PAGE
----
Why do some people still use XEF/XEC vs. VIU/VEE, since both VIU and VEE are more diversified?
As new ETFs are released, it’s natural for index investors to succumb to what I like to call “ETF envy”. I often witness it when an ETF provider lowers their fees below that of their competitors’ – this is usually met with investor excitement as they frantically switch their higher-cost fund to the lower-cost alternative. As one would expect, the higher-cost provider usually follows suit by lowering their fee to match.
This can be detrimental to an investor’s financial health if it causes them to realize unnecessary trading costs, bid-ask spreads and capital gains in pursuit of a temporarily superior product.
Hard-core index investors also tend to exhibit this behavior while in search of the most diversified ETF. If we base our decision simply on the number of underlying index holdings that an ETF tracks, Vanguard would beat iShares hands down (7,075 stocks vs. 5,766 stocks). However, it is important to dig a little deeper with our analysis to ensure we have not missed any subtleties that may impact our decision.
|Asset Class||Security||Commission-Free Account|
|Canadian Bonds||iShares Core High Quality Canadian Bond Index ETF (XQB)||$2,122|
|Canadian Bonds||Vanguard Canadian Aggregate Bond Index ETF (VAB)||$2,618|
|Canadian Bonds||BMO Aggregate Bond Index ETF (ZAG)||$1,613|
|Canadian Stocks||iShares Core S&P/TSX Capped Composite Index ETF (XIC)||$2,345|
|Canadian Stocks||Vanguard FTSE Canada All Cap Index ETF (VCN)||$2,988|
|Canadian Stocks||BMO s&P/TSX Capped Composite Index ETF (ZCN)||$1,999|
|US Stocks||shares Core s&P U.S. Total Market Index E?TF (XUU)||$2,190|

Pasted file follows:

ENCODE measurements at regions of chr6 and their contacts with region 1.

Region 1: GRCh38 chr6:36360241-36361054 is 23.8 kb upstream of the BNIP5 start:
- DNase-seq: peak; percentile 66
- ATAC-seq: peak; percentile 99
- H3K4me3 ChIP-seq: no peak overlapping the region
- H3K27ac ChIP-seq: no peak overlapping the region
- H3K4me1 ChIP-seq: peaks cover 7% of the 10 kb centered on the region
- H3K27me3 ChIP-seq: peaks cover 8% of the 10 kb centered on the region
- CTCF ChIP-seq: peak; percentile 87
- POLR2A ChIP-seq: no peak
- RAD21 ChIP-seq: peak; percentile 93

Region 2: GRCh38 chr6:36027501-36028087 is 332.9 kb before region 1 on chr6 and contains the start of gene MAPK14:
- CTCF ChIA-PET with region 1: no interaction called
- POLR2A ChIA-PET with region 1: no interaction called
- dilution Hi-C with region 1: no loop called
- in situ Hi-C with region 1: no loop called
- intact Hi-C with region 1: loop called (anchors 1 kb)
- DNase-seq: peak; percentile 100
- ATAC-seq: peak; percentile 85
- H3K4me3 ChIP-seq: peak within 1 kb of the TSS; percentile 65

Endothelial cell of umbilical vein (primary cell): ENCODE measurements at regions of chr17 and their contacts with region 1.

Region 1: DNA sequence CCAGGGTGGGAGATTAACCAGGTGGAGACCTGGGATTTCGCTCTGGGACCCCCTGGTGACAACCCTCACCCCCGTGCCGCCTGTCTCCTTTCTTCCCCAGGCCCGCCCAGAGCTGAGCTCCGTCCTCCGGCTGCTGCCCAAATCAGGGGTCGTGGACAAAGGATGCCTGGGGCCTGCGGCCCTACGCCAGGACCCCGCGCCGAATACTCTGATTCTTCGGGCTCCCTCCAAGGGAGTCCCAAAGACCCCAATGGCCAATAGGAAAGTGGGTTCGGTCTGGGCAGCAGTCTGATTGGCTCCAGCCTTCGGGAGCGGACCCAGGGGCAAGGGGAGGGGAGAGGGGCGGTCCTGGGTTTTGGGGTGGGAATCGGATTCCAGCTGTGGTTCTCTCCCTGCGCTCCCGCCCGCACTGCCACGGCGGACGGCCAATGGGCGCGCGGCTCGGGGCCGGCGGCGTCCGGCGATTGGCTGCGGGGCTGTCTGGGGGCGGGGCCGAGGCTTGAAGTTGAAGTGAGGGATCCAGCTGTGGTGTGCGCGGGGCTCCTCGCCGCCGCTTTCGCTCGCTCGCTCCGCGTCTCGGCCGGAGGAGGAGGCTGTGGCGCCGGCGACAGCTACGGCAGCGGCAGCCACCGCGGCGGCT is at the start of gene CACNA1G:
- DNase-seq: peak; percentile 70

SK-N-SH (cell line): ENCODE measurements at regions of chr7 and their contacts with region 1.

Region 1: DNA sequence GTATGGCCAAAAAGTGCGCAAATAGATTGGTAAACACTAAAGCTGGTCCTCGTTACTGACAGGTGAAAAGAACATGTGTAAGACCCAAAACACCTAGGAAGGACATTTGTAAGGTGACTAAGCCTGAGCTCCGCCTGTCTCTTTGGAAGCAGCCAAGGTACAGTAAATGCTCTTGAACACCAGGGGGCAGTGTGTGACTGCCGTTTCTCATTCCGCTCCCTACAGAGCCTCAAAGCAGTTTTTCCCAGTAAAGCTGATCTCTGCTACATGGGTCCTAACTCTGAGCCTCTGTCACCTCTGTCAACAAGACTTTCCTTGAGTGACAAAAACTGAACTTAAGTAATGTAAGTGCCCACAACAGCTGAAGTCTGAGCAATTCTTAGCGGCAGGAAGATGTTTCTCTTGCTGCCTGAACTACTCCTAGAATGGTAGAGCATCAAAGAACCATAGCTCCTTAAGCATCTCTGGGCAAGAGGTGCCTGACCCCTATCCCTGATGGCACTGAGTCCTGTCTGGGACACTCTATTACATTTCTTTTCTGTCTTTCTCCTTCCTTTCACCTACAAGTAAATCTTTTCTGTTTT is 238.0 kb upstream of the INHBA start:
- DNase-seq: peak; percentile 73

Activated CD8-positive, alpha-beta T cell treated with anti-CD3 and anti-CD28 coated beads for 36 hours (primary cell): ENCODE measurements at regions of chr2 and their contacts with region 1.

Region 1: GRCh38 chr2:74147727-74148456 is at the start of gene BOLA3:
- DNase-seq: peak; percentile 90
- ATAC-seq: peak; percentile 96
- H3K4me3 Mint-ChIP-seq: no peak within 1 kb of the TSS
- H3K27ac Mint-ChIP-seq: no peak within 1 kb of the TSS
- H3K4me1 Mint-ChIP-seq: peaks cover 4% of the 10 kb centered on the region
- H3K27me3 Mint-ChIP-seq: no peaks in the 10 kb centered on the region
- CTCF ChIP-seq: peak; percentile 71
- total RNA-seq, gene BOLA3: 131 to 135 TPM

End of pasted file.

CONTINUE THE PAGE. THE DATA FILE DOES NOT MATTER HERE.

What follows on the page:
|US Stocks||Vanguard U.S. Total Market Index ETF (VUN)||$4,081|
|US Stocks||BMO s&P 500 Index ETF (ZSP)||$3,150|
|International Stocks||iShares Core MSCI EAFE IMI Index ETF (XEF)||$2,646|
Vanguard ETFs[table “2” not found /]
The inclusion of China A shares in FTSE indices
In May 2015, FTSE released several new emerging markets indices, which included a modest allocation to China A shares (about 5%). In November 2015, Vanguard began transitioning to these new indices, which currently include an additional 1,541 China A shares.
Although this may sound impressive, the 1,541 additional China A shares account for only 1.18% of the total developed/emerging markets allocation. To put this into perspective, for a balanced Couch Potato portfolio that allocates 20% to VIU/VEE, only 0.24% of your entire portfolio will hold the additional China A shares.
Sources: MSCI and FTSE Index Fact Sheets as of May 31, 2016
*77.43% MSCI EAFE IMI Index + 22.57% MSCI Emerging Markets IMI Index
**80.03% FTSE Developed All Cap ex North America Index + 19.97% FTSE Emerging Markets All Cap China A Inclusion Index
MSCI on a slow boat to China
Although MSCI has not yet added China A shares to their indices, it is only a matter of time until they do (MSCI will be announcing their next China A share inclusion decision on June 15, 2016). MSCI has proposed an initial 5% partial inclusion of China A shares (or about 1.1% of their emerging markets index). If they move ahead with this proposal, it will take effect in June 2017. The initial allocation will be less than the amount FTSE started out with, but will likely include a larger number of stocks (which may in turn make XEF/XEC look more diversified than VIU/VEE).
In the end, there is no right or wrong decision. Both pairs of ETFs will provide adequate diversification for investors. MSCI and FTSE will eventually have a similar allocation to China A shares in their emerging markets indices, so any significant differences in weights or stock holdings is expected to be temporary.